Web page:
by using the mysql management tool and these steps:
	    </para>
	    <para>
		<screen format="linespecific">
Mysql&gt; select * from user;
| Host               | User  | Password         | Select_priv | Insert_priv | Update_priv | Delete_priv | Create_priv | Drop_priv | Reload_priv | Shutdown_priv | Process_priv | File_priv | Grant_priv | References_priv | Index_priv | Alter_priv |
| %                  | ser   | 4e633cf914a735a0 | N           | N           | N           | N           | N           | N         | N           | N             | N            | N         | N          | N               | N          | N          |
| localhost          | ser   | 4e633cf914a735a0 | Y           | Y           | Y           | Y           | Y           | Y         | Y           | Y             | Y            | Y         | N          | Y               | Y          | Y          |
| %                  | serro | 7cb73a267cb7bd5f | N           | N           | N           | N           | N           | N         | N           | N             | N            | N         | N          | N               | N          | N          |
| localhost          | serro | 7cb73a267cb7bd5f | Y           | N           | N           | N           | N           | N         | N           | N             | N            | N         | N          | N               | N          | N          |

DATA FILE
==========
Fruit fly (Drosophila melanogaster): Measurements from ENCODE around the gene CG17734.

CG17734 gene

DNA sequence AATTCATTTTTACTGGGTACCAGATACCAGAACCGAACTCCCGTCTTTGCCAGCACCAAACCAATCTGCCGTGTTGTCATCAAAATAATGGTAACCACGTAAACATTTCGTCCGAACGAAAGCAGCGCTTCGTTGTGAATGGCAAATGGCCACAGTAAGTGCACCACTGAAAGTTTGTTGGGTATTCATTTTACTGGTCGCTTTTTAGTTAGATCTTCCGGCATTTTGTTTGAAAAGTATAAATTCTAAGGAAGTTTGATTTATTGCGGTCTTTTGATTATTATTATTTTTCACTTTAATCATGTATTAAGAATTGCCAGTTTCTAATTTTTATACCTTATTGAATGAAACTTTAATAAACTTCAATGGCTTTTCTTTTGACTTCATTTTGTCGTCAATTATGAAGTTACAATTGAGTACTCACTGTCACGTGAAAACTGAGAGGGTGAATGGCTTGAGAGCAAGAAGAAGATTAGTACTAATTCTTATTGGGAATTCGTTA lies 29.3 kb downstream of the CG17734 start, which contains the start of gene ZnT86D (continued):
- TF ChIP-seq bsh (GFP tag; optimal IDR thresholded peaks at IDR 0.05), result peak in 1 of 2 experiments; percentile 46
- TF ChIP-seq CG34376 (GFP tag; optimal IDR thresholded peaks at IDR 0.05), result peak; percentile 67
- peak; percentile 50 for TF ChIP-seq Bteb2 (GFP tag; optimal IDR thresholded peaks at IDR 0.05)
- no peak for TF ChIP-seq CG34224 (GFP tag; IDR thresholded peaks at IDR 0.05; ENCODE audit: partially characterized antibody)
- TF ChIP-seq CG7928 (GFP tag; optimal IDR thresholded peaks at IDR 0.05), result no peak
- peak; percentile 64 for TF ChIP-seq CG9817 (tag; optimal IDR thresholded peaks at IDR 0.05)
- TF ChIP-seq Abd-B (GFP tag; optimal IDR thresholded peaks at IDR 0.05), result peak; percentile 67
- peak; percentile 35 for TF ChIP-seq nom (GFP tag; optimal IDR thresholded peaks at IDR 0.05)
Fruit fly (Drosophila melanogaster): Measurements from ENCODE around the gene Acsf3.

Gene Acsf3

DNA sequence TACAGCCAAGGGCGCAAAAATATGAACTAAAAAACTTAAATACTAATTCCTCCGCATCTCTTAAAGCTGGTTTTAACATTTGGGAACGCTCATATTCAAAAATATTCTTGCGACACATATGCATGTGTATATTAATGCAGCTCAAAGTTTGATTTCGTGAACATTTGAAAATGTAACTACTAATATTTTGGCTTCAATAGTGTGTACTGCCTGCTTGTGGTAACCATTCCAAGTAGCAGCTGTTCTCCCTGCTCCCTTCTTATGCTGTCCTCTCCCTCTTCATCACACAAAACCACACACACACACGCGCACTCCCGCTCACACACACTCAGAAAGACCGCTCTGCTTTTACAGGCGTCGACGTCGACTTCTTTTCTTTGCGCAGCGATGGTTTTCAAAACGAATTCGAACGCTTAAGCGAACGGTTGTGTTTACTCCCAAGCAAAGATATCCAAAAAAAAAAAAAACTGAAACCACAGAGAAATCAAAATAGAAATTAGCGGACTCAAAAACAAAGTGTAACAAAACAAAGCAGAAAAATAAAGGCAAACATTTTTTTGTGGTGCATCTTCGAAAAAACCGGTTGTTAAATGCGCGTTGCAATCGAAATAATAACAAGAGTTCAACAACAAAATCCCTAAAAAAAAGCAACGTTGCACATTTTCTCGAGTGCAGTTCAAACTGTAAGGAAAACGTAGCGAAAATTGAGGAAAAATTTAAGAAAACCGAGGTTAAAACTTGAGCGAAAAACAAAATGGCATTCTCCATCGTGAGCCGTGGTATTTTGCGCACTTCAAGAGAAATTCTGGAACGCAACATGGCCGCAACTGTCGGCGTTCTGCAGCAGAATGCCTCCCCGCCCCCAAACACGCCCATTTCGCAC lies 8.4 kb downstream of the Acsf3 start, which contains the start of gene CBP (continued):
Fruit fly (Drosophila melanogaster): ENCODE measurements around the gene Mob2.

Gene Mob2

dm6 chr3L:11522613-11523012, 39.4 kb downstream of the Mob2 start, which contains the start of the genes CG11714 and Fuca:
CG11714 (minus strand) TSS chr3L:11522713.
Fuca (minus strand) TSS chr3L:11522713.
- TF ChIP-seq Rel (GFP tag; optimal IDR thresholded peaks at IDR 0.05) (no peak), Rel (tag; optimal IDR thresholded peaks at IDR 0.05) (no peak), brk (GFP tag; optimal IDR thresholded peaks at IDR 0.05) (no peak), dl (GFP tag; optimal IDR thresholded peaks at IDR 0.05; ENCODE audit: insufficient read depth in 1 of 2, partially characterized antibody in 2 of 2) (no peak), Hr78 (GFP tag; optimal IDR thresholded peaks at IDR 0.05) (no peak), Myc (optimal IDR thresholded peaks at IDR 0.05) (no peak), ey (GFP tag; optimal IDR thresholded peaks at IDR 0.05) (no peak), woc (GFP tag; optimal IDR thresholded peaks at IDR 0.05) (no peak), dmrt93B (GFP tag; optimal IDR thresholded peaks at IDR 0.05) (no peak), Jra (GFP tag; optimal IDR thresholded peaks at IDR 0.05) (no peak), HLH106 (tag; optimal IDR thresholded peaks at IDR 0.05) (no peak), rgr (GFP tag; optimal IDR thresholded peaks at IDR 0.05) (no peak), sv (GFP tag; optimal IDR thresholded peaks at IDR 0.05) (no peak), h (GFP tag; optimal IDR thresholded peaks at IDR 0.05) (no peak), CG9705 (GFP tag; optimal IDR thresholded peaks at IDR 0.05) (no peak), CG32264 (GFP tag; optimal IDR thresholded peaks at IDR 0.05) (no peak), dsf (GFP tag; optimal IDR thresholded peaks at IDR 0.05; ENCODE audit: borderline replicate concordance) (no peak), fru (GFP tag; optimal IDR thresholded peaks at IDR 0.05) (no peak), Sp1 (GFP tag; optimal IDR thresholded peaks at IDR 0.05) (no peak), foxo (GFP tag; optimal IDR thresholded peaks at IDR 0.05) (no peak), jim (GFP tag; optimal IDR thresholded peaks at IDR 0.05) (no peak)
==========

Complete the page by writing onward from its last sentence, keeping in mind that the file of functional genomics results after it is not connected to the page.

</screen>
	    </para>
	    <para>
		The above results show that the two user, ser and serro, have been created and
		granted the permissions needed to access the database. Note that in the above
		example the permissions have been modified to deny access to these accounts from any
		system(%) other than local host.
	    </para>
	    <para>
		<screen format="linespecific">
mysql&gt; connect ser;
Connection id:    294
Current database: ser

mysql> show tables;
+-----------------+
| Tables_in_ser   |
+-----------------+
| acc             |
| active_sessions |
| aliases         |
| config          |
| event           |
| grp             |
| location        |
| missed_calls    |
| pending         |
| phonebook       |
| reserved        |
| silo            |
| subscriber      |
| version         |
+-----------------+
14 rows in set (0.00 sec)

mysql&gt; select * from subscriber;
| phplib_id                        | USERNAME | PASSWORD | FIRST_NAME | LAST_NAME | PHONE        | EMAIL_ADDRESS              | DATETIME_CREATED    | DATETIME_MODIFIED   | confirmation                     | flag | SendNotification | Greeting | HA1                              | REALM      | ha1b                             | perms | allow_find | timezone            |
| 4cefa7a4d3c8c2dbf6328520bd873a19 | admin     | heslo | first        | admin    | 557-8469     | admin@iptel.org      | 2002-12-02 19:20:41 | 2002-12-02 20:29:46 | 80e0f273b2067d40277b49ff842bb9e3 | o    |                  |          | c79a8f8f08596baa84bb02c88884426d | iptel.org | f322c94b8b2fbe557d43ab3ac9e05b3a | admin | 1          | America/Los_Angeles |